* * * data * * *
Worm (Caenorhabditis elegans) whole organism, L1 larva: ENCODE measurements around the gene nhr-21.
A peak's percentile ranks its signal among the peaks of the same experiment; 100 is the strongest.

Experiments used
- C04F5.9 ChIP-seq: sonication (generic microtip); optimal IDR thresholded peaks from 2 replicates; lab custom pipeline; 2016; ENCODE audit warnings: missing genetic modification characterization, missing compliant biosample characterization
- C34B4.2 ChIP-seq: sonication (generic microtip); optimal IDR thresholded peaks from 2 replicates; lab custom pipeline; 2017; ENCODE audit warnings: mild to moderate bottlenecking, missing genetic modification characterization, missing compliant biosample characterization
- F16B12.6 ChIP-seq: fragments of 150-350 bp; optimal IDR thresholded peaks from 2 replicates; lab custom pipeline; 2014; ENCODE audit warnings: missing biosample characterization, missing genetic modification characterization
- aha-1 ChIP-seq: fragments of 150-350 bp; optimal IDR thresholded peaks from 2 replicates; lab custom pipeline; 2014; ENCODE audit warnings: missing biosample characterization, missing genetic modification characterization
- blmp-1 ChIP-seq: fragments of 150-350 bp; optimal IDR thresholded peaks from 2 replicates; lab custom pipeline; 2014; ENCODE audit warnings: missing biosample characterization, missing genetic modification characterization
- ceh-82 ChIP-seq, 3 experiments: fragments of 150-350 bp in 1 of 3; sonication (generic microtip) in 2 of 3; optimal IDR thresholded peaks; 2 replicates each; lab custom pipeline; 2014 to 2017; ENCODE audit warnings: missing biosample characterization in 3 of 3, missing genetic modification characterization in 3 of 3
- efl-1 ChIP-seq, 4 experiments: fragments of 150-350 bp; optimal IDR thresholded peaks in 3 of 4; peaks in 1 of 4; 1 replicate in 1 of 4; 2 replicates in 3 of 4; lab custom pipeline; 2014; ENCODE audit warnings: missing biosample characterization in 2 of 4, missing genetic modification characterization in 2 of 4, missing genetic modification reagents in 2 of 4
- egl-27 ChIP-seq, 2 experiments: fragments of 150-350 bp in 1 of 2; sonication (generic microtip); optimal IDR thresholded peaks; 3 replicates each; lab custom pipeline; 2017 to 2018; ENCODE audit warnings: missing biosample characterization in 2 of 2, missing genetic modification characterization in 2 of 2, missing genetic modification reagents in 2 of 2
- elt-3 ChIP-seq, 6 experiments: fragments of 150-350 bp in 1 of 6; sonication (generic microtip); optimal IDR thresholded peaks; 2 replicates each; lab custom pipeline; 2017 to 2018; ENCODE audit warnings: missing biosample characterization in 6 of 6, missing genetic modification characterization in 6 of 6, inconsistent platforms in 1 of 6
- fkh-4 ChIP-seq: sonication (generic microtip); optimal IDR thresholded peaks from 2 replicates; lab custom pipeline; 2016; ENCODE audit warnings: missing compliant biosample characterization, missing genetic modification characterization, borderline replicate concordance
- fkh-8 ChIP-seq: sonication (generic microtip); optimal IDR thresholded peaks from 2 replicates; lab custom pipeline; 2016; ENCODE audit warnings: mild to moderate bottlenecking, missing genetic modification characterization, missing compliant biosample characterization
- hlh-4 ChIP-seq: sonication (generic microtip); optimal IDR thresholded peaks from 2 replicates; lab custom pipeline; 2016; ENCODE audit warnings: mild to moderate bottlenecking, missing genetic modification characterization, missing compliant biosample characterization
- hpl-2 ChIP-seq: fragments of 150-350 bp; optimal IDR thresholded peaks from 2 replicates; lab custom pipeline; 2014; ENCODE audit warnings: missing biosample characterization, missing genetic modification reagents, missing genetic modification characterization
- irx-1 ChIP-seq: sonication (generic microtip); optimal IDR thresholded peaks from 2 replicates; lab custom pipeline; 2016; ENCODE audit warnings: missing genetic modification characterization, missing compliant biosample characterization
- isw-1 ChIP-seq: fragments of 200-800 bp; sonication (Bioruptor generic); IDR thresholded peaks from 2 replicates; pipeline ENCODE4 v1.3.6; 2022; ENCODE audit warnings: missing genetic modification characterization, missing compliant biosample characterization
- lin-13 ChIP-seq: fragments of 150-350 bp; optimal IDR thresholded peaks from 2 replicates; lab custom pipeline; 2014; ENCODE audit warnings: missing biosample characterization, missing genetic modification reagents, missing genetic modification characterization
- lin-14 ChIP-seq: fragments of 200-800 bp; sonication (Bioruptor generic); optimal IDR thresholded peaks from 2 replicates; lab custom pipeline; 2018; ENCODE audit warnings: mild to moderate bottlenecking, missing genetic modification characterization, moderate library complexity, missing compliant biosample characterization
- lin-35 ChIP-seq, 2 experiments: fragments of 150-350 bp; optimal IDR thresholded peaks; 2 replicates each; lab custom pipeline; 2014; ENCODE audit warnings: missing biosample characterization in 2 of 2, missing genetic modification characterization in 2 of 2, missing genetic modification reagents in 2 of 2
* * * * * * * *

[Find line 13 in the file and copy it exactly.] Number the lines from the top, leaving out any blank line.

- fkh-4 ChIP-seq: sonication (generic microtip); optimal IDR thresholded peaks from 2 replicates; lab custom pipeline; 2016; ENCODE audit warnings: missing compliant biosample characterization, missing genetic modification characterization, borderline replicate concordance